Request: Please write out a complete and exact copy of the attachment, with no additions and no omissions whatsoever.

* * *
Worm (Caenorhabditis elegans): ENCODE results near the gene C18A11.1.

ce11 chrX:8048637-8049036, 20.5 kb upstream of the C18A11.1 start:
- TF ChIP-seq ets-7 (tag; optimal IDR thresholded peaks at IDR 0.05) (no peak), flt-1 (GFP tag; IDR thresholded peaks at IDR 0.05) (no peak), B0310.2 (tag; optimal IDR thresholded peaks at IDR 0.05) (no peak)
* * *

Worm (Caenorhabditis elegans): ENCODE results near the gene C18A11.1.

ce11 chrX:8048637-8049036, 20.5 kb upstream of the C18A11.1 start:
- TF ChIP-seq ets-7 (tag; optimal IDR thresholded peaks at IDR 0.05) (no peak), flt-1 (GFP tag; IDR thresholded peaks at IDR 0.05) (no peak), B0310.2 (tag; optimal IDR thresholded peaks at IDR 0.05) (no peak)